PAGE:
Mayor Weinberger, Burlington Electric, Vermont Environmental Organizations Support Ambitious 100% Renewable Energy Standard Update

Burlington Electric Would Keep Existing Renewable Resources, Procure Significant New Renewable Energy to Meet Load Growth from Electrification

Burlington, Vt. -- Today, Burlington Mayor Miro Weinberger, Burlington Electric Department (BED), and Vermont environmental and renewable energy organizations voiced support for updates to Vermont’s Renewable Energy Standard (RES) to largely achieve 100% renewable energy statewide by 2030, while maintaining existing renewable resources and aligning BED’s procurement of significant new renewable energy with anticipated growing demand as more Burlingtonians switch to electric vehicles and heat pumps and other electric technologies.

“Burlington achieved 100% renewable energy in 2014, and since 2019 has been working on a path to eliminate community fossil fuel use by electrifying everything. It is time for Vermont to do the same,” said Mayor Miro Weinberger. “Burlington has played a leadership role in creating today’s reforms to the Renewable Energy Standard that align with BED’s commitment to procuring more wind and solar energy, and I appreciate that our legislative leaders are making this a priority this session. This is a climate-resilient strategy that will make it more affordable for Vermonters to heat their homes, fuel their cars, and power their lives – and it will create new good-paying jobs in Vermont's renewable energy technology industry. We should put this new standard in place this year.”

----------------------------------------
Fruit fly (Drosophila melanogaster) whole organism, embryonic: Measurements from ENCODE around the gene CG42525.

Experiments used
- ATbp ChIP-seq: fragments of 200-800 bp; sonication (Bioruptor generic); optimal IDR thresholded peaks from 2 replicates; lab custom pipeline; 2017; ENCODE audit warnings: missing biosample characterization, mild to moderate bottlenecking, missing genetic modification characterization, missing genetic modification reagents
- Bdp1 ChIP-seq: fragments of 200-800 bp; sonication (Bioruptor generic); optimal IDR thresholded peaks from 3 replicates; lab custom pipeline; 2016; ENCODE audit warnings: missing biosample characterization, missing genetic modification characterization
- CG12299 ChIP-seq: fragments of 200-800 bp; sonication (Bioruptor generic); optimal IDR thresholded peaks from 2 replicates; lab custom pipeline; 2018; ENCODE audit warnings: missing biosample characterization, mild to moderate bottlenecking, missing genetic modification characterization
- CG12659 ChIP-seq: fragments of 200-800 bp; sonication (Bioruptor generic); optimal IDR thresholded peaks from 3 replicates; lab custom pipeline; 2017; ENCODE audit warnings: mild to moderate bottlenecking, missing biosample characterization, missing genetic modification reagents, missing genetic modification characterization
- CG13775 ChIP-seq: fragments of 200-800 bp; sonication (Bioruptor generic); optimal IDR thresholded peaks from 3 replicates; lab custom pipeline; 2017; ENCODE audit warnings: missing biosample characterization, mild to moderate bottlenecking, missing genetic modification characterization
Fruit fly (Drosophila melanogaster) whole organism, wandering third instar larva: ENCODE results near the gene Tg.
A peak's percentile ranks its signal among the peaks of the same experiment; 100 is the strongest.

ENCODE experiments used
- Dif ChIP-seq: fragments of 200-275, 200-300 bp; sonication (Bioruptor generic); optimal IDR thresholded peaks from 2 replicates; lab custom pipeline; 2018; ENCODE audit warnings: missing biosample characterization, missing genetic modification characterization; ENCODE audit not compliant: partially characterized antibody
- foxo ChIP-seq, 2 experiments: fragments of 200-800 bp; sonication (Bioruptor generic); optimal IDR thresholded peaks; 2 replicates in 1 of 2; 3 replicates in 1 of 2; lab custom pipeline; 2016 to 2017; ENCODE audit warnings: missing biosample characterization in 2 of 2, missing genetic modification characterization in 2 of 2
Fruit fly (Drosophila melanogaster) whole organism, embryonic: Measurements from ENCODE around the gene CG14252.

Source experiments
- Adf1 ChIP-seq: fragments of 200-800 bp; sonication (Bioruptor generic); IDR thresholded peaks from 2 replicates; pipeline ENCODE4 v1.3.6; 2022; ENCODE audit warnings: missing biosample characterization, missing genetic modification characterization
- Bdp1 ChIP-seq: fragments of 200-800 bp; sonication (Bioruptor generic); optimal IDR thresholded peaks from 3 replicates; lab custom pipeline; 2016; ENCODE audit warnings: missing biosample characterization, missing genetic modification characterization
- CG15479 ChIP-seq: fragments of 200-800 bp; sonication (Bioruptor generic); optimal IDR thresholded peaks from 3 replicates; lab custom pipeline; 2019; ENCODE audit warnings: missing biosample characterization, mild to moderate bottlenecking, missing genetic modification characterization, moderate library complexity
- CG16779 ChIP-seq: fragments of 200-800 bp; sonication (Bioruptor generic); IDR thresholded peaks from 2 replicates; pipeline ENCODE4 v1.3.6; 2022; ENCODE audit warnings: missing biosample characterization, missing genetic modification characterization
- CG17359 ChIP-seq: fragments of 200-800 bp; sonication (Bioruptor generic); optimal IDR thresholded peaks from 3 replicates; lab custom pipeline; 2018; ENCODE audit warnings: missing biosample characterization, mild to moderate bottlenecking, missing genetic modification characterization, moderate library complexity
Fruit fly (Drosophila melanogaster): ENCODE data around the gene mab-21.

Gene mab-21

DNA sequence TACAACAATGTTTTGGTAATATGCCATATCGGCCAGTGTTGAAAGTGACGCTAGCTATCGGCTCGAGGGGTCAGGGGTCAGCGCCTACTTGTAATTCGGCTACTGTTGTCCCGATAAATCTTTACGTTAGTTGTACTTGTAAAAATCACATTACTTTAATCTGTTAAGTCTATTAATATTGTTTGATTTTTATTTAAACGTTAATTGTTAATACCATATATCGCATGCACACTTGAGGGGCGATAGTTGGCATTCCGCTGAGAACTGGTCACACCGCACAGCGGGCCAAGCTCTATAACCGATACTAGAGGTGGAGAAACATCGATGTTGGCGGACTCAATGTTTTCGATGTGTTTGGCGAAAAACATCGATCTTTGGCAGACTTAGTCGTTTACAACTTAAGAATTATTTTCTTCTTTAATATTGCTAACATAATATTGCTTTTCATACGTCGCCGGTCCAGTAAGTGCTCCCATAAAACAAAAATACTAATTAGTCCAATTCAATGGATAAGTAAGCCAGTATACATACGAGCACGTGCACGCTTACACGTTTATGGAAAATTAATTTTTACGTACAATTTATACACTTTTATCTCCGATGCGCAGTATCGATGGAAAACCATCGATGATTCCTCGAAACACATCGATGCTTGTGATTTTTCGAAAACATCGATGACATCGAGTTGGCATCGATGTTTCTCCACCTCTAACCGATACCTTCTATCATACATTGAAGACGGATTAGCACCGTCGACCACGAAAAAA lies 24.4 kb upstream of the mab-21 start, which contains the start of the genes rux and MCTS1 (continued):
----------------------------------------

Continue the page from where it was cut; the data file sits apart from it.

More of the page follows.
The statements today build on framework recommendations made by a broad set of utilities and environmental and renewable energy organizations presented as part of the appendix to the Legislative Working Group on RES Reform that concluded its work in December.

Among the items within the framework recommendations presented in the Appendix to the Legislative Working Group report that are important to BED are:

  • Continuing to recognize 100 percent renewable utilities for their early action through continuation of existing exemption from certain RES requirements;
  • Aligning significant new renewable energy (2010 or later) procurement with increased sales revenues from electrification efforts to ensure affordability;
  • Ensuring existing renewable energy resources continue to count towards Vermont’s requirements, including hydropower and wood energy, supporting BED’s strategy to continue to be 100 percent renewable with a diverse mix of reliable resources;
  • Providing regulatory support for BED’s efforts to exceed Tier 3 targets and advance innovative projects and programs as part of Burlington’s Net Zero Energy Roadmap strategy to increase electrification and fossil fuel reduction in the thermal and ground transportation sectors.